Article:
We arrived late in the day, just as the overcast Hebridean sky was darkening. I was guided to an unassuming small, red door in a corner of the stonewall that encircles it. This wall is so massively formidable that it could undoubtedly withstand attack by the most vicious of enemies, let alone ravenous rabbits and freezing winds.
I managed to wrestle the rain-swollen door open and stepped onto the elevated walkway that runs along the base of the wall. It was like stepping into Frances Hodgson Burnett’s “Secret Garden”. Before me was a large, complex garden just waiting to be explored.
The upper walkway was bordered by perennials, shrubs, and trees, beautiful stone work, pathways, and blankets of thick, verdant moss worthy of Kōinzan Saihō-ji, the famous Moss Temple in Kyoto. The surprising collection of yuccas, fatsias ((Fatsia japonica), pampas grasses (Pampus cortidaria), and other exotic shrubs lining the walk evidently comprise a plant collection that was imported from as far away as New Zealand and Chile during Victorian times. The garden is even known among tree enthusiasts for its “champion trees”, including a large New Zealand Ribbonwood (Plagianthus regius), which is has been entered into the UK Tree Register. These plants and trees must have been difficult to procure in the 1800’s, and were probably even more difficult to import since they would have had to come by wagon and boat. They would have been highly prized and assiduously tended by teams of laborers in a time when labor was relatively cheap. It is easy to imagine the proud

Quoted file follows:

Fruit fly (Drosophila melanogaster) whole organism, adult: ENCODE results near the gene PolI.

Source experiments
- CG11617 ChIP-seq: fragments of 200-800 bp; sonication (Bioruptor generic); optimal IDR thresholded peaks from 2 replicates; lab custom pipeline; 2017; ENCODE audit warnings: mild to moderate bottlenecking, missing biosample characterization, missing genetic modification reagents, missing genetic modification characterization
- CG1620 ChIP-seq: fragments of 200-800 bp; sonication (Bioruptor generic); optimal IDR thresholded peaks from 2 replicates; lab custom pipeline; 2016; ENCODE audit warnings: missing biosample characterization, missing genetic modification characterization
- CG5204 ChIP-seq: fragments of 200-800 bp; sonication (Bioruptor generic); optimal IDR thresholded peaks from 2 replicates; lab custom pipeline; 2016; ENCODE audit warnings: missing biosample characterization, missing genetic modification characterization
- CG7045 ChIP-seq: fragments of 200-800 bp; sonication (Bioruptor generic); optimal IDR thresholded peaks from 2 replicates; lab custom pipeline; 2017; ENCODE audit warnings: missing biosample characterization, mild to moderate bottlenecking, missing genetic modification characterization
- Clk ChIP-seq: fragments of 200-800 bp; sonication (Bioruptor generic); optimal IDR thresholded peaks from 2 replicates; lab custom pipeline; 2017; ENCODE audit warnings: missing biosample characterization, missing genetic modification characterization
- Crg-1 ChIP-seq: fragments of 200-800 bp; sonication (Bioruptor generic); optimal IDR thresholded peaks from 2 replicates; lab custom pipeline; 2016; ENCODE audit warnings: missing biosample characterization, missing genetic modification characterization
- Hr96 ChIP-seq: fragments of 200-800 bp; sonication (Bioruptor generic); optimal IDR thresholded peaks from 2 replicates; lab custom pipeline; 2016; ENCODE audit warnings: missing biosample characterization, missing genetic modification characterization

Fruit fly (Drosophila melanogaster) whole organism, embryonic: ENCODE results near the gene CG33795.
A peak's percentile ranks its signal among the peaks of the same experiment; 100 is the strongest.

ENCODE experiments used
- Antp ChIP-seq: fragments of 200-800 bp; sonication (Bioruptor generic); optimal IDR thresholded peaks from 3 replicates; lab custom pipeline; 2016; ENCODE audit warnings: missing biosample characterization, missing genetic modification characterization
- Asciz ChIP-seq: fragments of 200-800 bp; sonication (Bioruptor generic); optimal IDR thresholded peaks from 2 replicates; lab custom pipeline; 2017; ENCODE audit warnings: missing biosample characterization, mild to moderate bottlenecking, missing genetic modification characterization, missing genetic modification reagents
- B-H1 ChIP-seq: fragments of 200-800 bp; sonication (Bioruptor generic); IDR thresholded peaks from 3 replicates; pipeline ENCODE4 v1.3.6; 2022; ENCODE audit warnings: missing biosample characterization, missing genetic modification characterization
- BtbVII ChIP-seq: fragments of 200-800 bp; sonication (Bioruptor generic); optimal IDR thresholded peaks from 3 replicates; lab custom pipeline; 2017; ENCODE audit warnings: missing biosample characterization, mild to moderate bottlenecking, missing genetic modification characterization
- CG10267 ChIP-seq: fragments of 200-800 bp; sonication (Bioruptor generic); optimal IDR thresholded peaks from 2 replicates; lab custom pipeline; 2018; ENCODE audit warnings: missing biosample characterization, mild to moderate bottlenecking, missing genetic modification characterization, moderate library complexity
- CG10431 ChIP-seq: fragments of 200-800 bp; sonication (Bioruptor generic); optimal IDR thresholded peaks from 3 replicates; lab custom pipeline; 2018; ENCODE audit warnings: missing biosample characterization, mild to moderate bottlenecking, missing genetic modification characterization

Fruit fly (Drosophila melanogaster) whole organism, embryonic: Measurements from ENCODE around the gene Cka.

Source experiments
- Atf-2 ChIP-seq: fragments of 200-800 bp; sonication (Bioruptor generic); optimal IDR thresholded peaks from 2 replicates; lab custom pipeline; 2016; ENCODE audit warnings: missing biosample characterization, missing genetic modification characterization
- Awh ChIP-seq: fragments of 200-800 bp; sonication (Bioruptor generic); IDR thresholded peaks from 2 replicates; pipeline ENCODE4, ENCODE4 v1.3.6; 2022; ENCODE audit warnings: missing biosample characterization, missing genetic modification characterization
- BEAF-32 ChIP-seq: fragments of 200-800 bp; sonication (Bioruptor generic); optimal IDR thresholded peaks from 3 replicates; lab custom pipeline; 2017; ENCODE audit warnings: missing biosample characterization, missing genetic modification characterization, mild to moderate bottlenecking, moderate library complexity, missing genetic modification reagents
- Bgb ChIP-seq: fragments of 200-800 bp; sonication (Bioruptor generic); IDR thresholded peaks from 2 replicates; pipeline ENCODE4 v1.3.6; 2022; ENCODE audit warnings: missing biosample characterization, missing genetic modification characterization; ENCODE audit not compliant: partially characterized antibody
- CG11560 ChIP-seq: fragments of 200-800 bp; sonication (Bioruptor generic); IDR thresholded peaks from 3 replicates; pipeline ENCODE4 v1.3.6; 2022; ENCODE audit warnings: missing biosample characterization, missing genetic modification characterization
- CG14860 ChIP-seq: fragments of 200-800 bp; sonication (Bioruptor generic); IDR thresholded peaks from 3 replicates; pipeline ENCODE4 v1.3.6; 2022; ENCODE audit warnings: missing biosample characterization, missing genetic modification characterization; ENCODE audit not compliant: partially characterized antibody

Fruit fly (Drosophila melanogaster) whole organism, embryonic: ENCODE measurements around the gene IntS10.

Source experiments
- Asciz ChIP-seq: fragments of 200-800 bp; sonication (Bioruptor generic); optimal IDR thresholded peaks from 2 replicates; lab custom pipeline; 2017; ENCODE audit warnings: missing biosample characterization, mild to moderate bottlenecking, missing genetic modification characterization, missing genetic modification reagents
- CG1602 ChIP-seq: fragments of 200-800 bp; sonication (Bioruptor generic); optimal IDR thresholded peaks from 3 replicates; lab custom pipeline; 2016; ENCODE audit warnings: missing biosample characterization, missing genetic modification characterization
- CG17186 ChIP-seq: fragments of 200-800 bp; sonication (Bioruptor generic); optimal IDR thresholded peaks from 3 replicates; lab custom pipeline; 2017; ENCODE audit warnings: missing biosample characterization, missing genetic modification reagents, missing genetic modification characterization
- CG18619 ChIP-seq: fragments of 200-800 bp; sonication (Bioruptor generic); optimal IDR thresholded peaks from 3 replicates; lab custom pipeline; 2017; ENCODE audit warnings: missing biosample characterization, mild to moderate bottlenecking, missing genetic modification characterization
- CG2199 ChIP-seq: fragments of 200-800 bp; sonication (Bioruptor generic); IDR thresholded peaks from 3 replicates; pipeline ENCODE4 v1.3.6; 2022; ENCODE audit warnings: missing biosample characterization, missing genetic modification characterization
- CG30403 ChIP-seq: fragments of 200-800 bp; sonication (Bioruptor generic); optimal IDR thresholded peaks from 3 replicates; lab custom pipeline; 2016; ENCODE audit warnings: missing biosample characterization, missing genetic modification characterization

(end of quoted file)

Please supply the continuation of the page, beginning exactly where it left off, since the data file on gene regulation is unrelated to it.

owners of Islay House bringing visitors to see their burgeoning plant collection. Would they have shared cuttings of their shrubby treasures?
Given the unusual mildness of the current UK winter, several perennials and plants were unexpectedly in bloom. Especially eye-catching was a Laurustinus (Viburnum titanus) that was covered in small flat clusters of tiny pure white flowers. I love this spring blooming viburnum, though I am disappointed that it doesn’t have a fragrance comparable to some of its other early blooming cousins. A large clump of May-blooming spurge (Euphorbia characias subsp. Wulfenii), growing beside the Laurustinus was also in full, but unseasonable bloom. Together they made a pretty composition on this leaden day.